Friday, May 28, 2010

A spitting contest on HuffPost


Okay, I really wanted to title this, "A pissing contest," or worst case, "A urinating contest," but decided that was not decorous and dignified enough for The Itinerant Professor.  So I toned it down a notch.

Michele Hernandez, admissions consultant extraordinaire of whom I previously wrote, published a piece in HuffPost yesterday blaming Harvard for hyping the admissions market for selective institutions.  Far be it from me to defend Harvard; I've been plenty critical of the institution in this blog (just do a search for "Harvard" in the search box).  I wrote a comment to her post stating that she was playing loose with the facts, and that she and her industry were as much to blame for the frenzy and anxiety students and parents face when dealing with trying to get in to these institutions.  She then responded, and. . . .well, you can guess where this is going.   She accused me of directing "anger" toward her, which was (I thought) not my tone at all.  Guess some people believe anytime you disagree with them you're showing anger.

For some reason, HuffPost deleted parts of my response, I think because I posted too many times.  So I'm reprinting the entire thing here:
Michele,

There is no "anger" whatsoever in my original comment; I didn't intend it as a wild rant, and if it came across that way, I apologize [I usually keep my angry rants anonymous :) ]. I'm merely questioning some of the facts you provided in your post, along with your assumption about where the admissions frenzy comes from. I questioned in your original post when you said that students were applying to 15-30 schools a year. You said in your comment that "My data is not based on anecdotes but rather on the actual data provided by colleges." I think you need to provide some citation for these numbers. I recognize HuffPost is not a scholarly journal, but there is still an obligation to inform your readers where these numbers come from.

My suspicion is that your "15-30 schools a year" is a wild exaggeration that is not based on reality, but based on the frenzy created at least in part by the admissions industry, as well as by the media. How many students are really applying to this many schools?

The U.S. Department of Education conducted a nationally-representative survey of students graduating from high schools in the U.S. in 2004; this survey found that only one-half of one percent of graduating seniors applied to 11 or more schools. Even allowing for the changes in college admissions that have occurred since 2004, due to Harvard's dropping of ED and other changes you describe, you would still be a long way from a norm of students today applying to 15-30 schools. Yes, there may be a very small number who do this, but to put this out there as the norm for those applying to the most selective schools I would describe as fear-mongering.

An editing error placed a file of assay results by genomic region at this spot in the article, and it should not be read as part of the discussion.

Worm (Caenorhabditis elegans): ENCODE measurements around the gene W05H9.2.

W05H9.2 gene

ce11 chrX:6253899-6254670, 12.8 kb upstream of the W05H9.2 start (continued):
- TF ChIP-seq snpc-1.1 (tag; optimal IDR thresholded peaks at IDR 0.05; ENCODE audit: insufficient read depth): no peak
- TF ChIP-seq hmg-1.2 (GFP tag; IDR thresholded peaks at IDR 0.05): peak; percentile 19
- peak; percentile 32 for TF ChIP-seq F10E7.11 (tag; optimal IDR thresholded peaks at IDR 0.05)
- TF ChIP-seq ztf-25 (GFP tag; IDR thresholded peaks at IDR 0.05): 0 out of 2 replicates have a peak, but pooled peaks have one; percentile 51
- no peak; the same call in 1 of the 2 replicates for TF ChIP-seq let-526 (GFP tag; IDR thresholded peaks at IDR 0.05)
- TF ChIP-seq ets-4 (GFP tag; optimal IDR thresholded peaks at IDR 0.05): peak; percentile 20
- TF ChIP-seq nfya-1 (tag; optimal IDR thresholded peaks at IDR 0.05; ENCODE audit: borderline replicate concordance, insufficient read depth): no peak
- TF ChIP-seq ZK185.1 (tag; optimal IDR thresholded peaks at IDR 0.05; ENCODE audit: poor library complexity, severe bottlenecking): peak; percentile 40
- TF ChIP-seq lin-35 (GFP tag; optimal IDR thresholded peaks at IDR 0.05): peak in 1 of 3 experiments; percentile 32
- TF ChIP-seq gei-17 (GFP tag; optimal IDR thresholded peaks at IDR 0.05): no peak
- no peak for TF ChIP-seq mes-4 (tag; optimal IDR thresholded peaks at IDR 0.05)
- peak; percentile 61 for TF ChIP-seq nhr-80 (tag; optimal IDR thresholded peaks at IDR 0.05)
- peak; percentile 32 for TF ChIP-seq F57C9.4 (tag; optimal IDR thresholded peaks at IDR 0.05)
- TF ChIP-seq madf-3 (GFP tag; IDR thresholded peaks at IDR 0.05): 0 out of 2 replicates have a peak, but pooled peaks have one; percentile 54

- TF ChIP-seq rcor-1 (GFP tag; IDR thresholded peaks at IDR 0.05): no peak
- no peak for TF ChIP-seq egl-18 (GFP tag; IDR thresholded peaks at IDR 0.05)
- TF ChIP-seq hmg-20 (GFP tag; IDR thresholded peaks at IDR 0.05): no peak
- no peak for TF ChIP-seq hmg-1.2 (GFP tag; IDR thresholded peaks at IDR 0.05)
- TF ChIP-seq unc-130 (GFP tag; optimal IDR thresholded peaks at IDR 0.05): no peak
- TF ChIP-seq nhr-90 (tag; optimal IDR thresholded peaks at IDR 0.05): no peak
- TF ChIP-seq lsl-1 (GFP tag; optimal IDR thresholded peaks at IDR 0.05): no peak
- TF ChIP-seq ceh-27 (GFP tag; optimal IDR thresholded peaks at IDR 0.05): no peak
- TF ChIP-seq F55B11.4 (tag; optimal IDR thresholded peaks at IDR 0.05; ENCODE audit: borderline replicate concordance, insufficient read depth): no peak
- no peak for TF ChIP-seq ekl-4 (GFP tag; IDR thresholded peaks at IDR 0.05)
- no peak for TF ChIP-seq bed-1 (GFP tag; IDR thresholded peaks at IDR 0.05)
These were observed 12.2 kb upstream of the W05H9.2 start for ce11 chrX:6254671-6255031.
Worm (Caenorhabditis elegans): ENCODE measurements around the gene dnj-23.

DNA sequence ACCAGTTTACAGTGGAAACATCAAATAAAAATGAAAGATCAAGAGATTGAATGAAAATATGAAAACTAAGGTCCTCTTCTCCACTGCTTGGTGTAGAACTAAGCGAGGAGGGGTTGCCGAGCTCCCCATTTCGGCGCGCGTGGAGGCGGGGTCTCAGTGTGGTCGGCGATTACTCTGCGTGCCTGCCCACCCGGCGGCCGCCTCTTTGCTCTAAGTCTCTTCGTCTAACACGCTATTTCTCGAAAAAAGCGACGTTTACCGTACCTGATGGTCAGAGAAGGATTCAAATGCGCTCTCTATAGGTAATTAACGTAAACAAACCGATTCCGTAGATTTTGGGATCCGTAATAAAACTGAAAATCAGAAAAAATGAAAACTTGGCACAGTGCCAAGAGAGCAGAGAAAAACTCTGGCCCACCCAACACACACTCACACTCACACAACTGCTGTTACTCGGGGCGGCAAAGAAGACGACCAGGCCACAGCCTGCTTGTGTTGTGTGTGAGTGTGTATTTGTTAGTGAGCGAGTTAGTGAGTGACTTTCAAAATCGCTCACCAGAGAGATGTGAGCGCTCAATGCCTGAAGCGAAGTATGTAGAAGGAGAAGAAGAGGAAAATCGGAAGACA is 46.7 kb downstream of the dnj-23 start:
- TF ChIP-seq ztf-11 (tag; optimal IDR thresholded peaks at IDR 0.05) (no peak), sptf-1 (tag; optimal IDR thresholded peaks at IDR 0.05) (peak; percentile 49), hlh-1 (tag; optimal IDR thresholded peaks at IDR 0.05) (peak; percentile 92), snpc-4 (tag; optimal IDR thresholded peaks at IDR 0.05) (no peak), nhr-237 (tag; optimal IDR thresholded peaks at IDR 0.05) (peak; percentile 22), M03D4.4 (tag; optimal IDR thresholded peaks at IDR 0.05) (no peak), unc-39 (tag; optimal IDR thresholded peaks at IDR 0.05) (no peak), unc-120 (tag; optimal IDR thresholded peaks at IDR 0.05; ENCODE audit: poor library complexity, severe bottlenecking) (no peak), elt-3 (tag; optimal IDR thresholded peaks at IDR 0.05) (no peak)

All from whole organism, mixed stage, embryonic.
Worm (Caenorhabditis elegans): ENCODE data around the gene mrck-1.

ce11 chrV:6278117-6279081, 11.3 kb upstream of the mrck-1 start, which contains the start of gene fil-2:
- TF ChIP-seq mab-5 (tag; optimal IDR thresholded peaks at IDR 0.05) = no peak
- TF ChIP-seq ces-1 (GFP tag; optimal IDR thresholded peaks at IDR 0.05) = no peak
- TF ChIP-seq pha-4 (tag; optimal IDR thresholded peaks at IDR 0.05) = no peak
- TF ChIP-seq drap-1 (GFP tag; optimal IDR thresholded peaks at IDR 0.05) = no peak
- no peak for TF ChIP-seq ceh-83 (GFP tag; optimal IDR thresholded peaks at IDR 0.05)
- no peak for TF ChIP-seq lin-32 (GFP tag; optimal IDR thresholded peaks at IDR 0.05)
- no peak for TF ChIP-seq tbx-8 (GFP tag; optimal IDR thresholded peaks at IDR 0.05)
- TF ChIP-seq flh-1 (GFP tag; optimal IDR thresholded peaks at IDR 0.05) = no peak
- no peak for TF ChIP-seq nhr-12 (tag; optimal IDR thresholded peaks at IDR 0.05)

You are right that the colleges are to blame in part for this frenzy, as well as the media as I said earlier, but I believe the admissions consultant industry (of which you are certainly a very prominent member) is at least equally to blame. You try to convince parents that the only way to get their children into one of these institutions is by using the insider knowledge that you and others have, and that without that information (and the often five-figure fee that obtains it), their child has a snowball's chance in Miami of getting into one of those colleges. The fact that you state that “I turn away almost as many students as I work with” is no defense of what your industry helped to create.

In last year’s article in The New York Times (July 18 2009) on the admissions consultant industry, you were quoted as saying: "‘It’s annoying when people complain about the money,’ the Vermont-based counselor, Michele Hernandez, said. ‘I’m at the top of my field. Do people economize when they have a brain tumor and are looking for a neurosurgeon? If you want to go with someone cheaper, or chance it, don’t hire me.’" Is this really the impression we want to send to parents and prospective students, that getting into college is as complicated – and dangerous – as brain surgery?

Another way you add to the frenzy is through the impression you and some in your industry help to promulgate that the Ivy League institutions (and the small handful of others with similarly low acceptance rates) are the only reasonable destination for bright, motivated students. This does a terrible disservice to many students who could and would receive an excellent undergraduate education, often better than they would receive at one of these low-admittance schools, at many of dozens of other schools around the country that have much more reasonable acceptance rates and sometimes lower costs (see the work of The Education Conservancy – http://educationconservancy.org – for helping to combat this). I imagine you’ll respond by saying that that’s part of your service, to help students find the right schools for them. But it’s hard to deny that your website and publicity emphasizes the Ivies, and by featuring so prominently their low acceptance rates, you help add to the anxiety and insecurity these families face.

We'll have to wait and see if she responds.

6 comments:

  1. I'm glad you didn't title this "A Pissing Contest." I read the article and the posts. You aren't making this disagreement personal, only asking for more evidence and consideration to the complexities of access and affordability issues. Maybe the title could have been "Bring It!". :-)

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